The Bigger Picture

Some other numbers are troubling.

Venezuelan scientific research is falling. When compared to Colombian research, results are dramatically underwhelming (Source: Scopus).

Historically, research is done at autonomous Universities. With not enough financing and an unmanageable crime wave on campuses, it’s no wonder that senior professors, who usually have the experience needed to publish, are fleeing the country. Nothing reflects the bigger picture like the published research in numbers… and it’s not pretty.

On The Verge

The government is, as usual, in total denial, repeating that ever since the Revolution arrived, university enrollment went up 223%. As if finding a spot at a university means that you can afford it.

The regime, by will or ineptitude, is destroying national academia. The campuses where ideas were born and talents blossomed are becoming a mockery of themselves. Empty seats fill classrooms and near-abandoned quads are an increasingly common sight. What hurts the most is that the undermining of universities hits harder on the less privileged. If nothing is done, education will be a right reserved only for the elites.

Just like the revolution said it always was.  


Santuario de ideales donde la lucha esgrime

Sus portentosas armas con fin derrocador

Donde el sudor es sangre y el corazón no gime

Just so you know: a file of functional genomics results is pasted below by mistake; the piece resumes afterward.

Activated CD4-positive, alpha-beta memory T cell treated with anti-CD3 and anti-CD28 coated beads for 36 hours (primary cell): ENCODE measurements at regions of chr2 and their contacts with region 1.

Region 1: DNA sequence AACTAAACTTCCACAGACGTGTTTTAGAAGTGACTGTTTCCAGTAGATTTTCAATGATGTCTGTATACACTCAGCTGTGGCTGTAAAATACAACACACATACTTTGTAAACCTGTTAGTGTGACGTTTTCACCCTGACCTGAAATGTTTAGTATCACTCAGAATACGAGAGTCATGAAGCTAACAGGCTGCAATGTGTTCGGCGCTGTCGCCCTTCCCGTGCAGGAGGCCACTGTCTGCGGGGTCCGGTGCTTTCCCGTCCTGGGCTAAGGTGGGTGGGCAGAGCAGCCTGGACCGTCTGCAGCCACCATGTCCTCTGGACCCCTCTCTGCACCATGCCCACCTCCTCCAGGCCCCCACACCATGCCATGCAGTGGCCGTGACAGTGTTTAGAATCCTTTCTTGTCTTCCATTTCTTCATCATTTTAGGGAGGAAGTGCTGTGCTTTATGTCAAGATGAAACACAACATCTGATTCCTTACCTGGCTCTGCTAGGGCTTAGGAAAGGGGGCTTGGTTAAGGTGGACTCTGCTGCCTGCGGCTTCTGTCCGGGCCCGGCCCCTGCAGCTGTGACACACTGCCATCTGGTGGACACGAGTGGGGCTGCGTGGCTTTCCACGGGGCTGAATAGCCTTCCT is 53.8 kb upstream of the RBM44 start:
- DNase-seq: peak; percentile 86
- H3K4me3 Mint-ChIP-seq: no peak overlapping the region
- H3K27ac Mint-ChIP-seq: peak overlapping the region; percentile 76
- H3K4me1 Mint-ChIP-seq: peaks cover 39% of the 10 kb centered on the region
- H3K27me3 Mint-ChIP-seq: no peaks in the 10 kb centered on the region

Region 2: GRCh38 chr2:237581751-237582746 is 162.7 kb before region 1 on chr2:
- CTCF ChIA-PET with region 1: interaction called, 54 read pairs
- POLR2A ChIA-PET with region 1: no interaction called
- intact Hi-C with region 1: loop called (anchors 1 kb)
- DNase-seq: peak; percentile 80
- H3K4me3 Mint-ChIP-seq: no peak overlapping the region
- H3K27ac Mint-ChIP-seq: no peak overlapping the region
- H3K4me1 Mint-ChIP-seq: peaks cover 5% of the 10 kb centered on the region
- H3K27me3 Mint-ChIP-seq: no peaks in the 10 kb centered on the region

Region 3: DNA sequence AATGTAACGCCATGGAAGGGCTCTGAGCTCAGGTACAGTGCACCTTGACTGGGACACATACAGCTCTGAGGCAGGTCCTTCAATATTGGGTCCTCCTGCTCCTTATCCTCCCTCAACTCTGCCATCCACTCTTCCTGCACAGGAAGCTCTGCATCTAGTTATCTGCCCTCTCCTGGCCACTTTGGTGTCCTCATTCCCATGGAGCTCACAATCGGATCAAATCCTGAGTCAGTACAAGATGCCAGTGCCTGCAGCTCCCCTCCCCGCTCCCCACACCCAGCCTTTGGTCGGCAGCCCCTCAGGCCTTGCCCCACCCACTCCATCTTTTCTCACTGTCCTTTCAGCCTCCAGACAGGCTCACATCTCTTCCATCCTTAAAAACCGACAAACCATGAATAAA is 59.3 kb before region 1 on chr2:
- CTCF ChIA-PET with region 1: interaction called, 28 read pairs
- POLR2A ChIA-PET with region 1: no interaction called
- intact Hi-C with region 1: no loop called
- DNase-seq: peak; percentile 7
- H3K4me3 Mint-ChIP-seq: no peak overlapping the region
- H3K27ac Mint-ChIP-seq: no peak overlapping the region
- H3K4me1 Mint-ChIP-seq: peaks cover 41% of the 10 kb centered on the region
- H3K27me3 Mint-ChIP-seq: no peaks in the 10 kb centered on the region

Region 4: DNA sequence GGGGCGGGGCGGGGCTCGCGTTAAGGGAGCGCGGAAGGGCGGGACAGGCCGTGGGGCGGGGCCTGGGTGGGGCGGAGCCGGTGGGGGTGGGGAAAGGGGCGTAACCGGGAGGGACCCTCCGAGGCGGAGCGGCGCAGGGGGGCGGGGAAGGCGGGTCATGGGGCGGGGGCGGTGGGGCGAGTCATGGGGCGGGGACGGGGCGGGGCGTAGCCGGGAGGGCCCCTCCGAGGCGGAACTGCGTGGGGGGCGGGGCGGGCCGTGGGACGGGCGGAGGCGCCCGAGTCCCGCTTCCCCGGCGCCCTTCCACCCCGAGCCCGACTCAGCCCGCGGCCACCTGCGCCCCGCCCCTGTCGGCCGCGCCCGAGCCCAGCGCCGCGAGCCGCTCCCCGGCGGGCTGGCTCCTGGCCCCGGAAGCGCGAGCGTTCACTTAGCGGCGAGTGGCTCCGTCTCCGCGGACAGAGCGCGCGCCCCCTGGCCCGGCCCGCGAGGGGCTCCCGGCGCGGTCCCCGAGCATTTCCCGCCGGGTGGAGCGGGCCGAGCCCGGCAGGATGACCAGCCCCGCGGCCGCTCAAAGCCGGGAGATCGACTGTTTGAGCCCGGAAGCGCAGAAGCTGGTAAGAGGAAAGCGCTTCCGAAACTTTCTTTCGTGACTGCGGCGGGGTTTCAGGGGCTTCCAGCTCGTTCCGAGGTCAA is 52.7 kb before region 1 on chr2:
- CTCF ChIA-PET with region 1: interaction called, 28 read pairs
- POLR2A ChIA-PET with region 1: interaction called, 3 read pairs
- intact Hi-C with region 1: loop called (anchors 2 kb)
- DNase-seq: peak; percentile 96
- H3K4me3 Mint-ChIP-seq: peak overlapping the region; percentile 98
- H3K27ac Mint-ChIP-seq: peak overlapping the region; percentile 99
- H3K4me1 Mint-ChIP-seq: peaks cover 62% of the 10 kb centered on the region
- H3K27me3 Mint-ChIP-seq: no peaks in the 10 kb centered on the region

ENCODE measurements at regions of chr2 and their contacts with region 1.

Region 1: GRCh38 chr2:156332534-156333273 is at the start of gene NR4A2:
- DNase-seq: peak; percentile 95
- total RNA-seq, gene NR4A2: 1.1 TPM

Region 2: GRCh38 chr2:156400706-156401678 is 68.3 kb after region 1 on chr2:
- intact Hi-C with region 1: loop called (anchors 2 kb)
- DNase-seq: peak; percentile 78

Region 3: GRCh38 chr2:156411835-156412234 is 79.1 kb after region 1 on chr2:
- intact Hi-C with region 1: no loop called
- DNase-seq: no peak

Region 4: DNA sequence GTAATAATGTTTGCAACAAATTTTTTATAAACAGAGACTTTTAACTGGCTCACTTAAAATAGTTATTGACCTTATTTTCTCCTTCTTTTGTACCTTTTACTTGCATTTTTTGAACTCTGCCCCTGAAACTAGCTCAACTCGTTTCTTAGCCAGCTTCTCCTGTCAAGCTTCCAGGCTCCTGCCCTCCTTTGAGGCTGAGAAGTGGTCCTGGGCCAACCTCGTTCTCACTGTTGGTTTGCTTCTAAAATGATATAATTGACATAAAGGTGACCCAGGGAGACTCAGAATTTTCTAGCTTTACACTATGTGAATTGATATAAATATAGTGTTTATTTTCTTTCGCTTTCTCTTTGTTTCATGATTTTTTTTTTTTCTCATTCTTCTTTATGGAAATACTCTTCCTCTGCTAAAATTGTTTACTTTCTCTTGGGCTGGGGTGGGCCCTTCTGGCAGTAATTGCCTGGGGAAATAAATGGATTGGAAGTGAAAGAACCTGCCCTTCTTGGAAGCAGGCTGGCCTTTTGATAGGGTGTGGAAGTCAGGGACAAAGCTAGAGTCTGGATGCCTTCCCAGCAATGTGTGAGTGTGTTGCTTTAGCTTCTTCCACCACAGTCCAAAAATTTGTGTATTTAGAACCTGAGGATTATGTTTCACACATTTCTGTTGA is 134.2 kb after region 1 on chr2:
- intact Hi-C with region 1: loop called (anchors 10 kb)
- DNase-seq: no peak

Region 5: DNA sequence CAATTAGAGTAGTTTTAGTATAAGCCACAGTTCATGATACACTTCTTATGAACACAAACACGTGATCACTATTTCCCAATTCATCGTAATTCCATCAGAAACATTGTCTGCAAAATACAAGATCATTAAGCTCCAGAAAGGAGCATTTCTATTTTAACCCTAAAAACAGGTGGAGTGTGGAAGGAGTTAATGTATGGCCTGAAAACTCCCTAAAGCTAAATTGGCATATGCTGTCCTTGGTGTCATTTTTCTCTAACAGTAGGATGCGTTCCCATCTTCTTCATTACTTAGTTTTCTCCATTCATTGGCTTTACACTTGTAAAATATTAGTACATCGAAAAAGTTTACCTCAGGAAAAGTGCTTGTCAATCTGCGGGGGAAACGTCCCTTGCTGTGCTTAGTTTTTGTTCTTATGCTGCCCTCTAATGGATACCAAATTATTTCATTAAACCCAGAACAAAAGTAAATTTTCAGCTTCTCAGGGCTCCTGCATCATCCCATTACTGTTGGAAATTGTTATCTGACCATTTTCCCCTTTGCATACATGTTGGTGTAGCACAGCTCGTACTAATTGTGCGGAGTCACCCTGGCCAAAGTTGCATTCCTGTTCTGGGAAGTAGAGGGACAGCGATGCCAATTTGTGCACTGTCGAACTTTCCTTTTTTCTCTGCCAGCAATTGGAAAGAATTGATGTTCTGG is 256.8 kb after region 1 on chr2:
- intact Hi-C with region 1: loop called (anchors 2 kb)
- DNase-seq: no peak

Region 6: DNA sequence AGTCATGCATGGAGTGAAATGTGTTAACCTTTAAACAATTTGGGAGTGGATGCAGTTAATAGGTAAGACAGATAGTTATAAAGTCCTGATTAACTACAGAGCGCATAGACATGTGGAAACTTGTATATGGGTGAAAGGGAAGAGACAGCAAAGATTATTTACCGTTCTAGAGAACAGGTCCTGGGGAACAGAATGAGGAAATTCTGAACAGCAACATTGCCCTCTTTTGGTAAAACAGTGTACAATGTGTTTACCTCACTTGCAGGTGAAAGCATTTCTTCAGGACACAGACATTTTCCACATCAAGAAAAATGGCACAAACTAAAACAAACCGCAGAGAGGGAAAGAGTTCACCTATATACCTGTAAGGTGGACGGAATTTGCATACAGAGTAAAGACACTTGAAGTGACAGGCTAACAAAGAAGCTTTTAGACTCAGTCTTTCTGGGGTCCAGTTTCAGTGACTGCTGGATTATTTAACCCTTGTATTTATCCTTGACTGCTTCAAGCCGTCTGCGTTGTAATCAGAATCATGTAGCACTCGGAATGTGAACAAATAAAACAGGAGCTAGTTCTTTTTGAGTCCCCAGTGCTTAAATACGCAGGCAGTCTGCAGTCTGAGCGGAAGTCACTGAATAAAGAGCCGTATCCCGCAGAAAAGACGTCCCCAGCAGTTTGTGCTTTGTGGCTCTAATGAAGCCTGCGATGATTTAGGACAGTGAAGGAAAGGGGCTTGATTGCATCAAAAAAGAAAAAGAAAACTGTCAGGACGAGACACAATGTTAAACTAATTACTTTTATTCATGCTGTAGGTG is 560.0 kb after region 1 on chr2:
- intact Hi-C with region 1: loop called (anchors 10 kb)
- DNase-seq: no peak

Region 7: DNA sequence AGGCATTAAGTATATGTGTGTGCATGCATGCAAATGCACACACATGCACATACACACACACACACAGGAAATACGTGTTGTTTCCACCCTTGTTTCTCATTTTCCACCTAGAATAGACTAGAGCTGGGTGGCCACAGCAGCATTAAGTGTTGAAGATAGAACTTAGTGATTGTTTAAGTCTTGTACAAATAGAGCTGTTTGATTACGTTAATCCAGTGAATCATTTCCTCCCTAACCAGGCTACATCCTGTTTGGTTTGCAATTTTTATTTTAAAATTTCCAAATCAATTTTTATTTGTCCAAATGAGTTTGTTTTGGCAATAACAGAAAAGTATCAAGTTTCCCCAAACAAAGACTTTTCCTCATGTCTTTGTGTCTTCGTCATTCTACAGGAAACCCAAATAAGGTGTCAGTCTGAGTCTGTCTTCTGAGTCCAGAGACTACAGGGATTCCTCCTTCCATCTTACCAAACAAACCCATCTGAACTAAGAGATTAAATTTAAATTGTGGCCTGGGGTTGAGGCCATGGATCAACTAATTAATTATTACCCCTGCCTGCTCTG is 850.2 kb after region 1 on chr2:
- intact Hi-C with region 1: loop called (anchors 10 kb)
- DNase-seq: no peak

Para alcanzar la cima con paso vencedor

           – Himno de la Universidad de los Andes.


  1. “The regime, by will or ineptitude, is destroying national academia.”

    They have to. Bolivarian Socialism relies upon the ignorant and willfully stupid. If you look behind the curtain and see what is going on, you realize that it is all a fraud.

  2. At USB they decided to join the class of 2016 (which was going to start last April), and the class of 2017 (which was going start on April 2018). Classes started this September and the total enrollment of both classes was still lower than in any of the previous years.

  3. Thanks for giving us the big picture on the university situation. The thing about some of those medical students is, they’ve waited a shockingly long period to get a spot at a public university, only to have to set their education aside because of how bad things are getting.

  4. Albañiles, buhoneros, vendedoresde empanadas pueden ajustar su ganancia a la inflación y cobrar lo que quieran. Pero el profesor y graduado universitario debe mendigar un misero sueldo minimo que no compra ni dos pollos (y es la misma basura en sector privado que en el estatal) de paso hay que ir a hacer servicio comunitario y otros abusos como la rural pata los médicos.